The end of the Area 51 episode, when Penn refrains from insulting the UFO hunters because they're just a bunch of friends having a fun night, comes off as quite sweet—especially in comparison to the show's usual tone.
The end of the Boy Scout episode, where the scoutmaster admitted he was gay to all six of his "campers."
From the Eat This episode. Penn vouches for modified crops that can make greater yields and can grow in tougher places. Norman Borlaug, Noble laureate agricultural scientist whose "Green Revolution" have saved a BILLION people from starvation, explains:
Norman: You can't build a peaceful world on empty stomachs and human misery.
Penn's speech about his deceased parents during the episode about mediums who claim to speak with the dead, where he gives his reasoning as to why people like John Edwards are the biggest douches in the universe.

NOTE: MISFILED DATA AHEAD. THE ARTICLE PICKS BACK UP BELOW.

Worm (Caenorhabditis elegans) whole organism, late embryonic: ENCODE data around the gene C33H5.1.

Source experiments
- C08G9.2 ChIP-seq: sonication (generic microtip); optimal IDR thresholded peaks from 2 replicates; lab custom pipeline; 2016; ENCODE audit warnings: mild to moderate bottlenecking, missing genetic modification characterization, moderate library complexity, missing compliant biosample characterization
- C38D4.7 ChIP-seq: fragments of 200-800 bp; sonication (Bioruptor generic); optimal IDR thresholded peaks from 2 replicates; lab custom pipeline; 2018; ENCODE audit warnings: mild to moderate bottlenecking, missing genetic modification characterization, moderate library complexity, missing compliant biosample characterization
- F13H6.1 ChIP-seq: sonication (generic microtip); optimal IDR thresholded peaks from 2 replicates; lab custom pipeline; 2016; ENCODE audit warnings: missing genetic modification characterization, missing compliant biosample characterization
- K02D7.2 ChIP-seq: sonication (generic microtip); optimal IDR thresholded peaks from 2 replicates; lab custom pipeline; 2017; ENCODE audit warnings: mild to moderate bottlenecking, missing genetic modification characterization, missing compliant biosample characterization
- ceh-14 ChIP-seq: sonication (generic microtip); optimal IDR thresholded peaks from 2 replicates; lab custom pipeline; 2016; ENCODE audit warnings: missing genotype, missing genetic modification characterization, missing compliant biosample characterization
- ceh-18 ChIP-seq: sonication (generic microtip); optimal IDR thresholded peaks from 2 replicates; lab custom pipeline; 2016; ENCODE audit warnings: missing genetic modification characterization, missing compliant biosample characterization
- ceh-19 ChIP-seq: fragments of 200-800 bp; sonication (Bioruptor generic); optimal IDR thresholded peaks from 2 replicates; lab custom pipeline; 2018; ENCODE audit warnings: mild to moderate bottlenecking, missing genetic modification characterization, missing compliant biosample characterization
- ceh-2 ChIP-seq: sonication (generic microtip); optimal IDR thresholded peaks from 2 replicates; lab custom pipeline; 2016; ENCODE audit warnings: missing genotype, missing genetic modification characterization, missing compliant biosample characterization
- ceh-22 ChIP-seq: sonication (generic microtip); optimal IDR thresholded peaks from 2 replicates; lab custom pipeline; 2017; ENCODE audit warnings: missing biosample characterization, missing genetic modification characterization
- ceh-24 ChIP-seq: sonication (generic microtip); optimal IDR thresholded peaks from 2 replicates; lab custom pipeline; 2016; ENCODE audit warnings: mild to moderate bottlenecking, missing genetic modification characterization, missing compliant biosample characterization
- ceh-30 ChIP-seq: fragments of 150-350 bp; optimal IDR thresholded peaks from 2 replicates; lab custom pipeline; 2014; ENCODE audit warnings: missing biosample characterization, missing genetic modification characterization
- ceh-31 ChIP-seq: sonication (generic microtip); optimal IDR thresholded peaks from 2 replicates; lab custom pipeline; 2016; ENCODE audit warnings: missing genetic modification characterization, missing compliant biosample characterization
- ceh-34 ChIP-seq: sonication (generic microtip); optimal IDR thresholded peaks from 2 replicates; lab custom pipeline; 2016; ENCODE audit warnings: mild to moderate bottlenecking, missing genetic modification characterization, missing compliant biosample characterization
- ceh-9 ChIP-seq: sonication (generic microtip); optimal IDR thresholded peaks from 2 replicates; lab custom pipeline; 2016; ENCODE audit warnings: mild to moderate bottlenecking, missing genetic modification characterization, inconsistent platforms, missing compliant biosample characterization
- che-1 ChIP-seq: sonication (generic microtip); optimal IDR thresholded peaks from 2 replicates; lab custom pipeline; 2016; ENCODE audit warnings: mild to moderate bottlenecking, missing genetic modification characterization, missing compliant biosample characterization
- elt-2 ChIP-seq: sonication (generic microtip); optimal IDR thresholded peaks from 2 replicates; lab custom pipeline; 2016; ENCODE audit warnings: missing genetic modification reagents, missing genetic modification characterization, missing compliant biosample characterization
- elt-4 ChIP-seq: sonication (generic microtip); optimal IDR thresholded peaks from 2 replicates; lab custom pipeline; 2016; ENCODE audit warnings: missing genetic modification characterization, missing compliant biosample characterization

This was also Houdini's motive to begin debunking the mediums of the 1920s, after the loss of his mother and seeing his friend Arthur Conan Doyle, the creator of the ultra-rational character Sherlock Holmes, become involved with spiritualism over grief at the death of his son in World War One. Houdini told his wife to attempt contact by mediums prior to his death, with a code word to verify if it was him-none ever produced it.
At the end of the Life Coaching episode, Penn suggests that if you need help dealing with life's problems, instead of paying for a life coach, save that money and get something that will last... *leans on Teller* a friend.
From the "Stranger Danger" episode, Penn acknowledges that, even after her daughter was kidnapped, raped and murdered, Samantha Runnion's mother was still coming at it from a rational standpoint and they just couldn't make any wisecracks.
Penn speaking about a 9/11 memorial room and its sacredness.
The segment in "Fast Food" where Penn takes time to interview the CEO of a major fast food chain (Andy Puzder of Carl's Jr.) and let him defend himself against people that like to blame fast food for America's obesity problems. Penn and Teller make a point of showing their audience that he's not, in fact, some soulless Corrupt Corporate Executive setting out to ruin people's health For the Evulz. He's just a normal guy trying to make an honest buck by selling food that people love—and he takes pride in his work, just like every honest man should.